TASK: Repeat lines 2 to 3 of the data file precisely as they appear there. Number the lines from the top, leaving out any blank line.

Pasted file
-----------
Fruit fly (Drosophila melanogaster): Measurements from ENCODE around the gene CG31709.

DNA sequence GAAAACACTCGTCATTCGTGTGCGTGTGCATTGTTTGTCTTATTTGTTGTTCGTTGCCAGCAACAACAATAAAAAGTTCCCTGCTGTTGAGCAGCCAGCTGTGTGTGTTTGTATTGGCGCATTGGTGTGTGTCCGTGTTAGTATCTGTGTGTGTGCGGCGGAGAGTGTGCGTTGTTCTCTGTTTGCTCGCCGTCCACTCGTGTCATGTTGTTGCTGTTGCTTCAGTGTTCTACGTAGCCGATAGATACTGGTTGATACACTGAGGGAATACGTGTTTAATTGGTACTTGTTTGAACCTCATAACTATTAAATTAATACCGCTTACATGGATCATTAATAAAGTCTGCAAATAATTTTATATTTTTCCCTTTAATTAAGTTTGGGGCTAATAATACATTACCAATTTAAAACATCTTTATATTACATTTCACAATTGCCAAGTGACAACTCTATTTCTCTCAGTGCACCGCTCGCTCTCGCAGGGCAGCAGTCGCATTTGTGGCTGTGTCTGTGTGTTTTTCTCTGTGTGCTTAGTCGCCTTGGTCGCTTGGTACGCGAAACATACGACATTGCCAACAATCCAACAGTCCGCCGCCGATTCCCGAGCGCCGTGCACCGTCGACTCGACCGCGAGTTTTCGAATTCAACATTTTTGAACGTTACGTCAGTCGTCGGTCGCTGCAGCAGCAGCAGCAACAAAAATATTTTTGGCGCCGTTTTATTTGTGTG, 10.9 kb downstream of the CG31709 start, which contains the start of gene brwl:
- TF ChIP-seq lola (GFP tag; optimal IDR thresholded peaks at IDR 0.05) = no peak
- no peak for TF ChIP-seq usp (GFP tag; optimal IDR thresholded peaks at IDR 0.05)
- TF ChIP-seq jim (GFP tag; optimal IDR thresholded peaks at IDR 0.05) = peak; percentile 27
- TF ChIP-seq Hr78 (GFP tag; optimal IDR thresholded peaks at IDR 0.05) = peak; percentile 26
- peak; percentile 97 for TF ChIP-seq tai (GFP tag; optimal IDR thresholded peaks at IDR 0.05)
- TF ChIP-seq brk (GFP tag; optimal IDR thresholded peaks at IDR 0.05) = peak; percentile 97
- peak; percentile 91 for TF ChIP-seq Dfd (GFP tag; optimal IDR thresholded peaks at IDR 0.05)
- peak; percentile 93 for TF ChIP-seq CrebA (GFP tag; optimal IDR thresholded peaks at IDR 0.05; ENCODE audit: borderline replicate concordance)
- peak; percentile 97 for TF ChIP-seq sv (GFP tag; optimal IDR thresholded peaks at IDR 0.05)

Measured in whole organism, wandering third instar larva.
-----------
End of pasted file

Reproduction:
DNA sequence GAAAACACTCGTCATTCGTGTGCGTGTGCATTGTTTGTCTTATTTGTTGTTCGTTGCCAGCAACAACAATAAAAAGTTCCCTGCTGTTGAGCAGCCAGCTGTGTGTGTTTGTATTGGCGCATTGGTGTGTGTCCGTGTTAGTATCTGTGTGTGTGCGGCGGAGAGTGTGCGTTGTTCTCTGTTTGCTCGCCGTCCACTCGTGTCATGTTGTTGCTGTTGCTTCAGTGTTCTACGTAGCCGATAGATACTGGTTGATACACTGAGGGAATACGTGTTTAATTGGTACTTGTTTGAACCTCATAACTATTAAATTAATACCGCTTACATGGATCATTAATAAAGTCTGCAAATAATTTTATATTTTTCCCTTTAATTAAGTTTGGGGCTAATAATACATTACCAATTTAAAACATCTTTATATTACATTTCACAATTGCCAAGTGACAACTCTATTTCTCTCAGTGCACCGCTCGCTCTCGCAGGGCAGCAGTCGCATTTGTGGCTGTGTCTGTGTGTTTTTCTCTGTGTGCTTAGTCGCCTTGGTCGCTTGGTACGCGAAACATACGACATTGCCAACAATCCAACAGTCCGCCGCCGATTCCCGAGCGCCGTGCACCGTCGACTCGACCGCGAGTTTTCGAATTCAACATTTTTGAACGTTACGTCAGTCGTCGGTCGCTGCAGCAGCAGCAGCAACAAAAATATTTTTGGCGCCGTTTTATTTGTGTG, 10.9 kb downstream of the CG31709 start, which contains the start of gene brwl:
- TF ChIP-seq lola (GFP tag; optimal IDR thresholded peaks at IDR 0.05) = no peak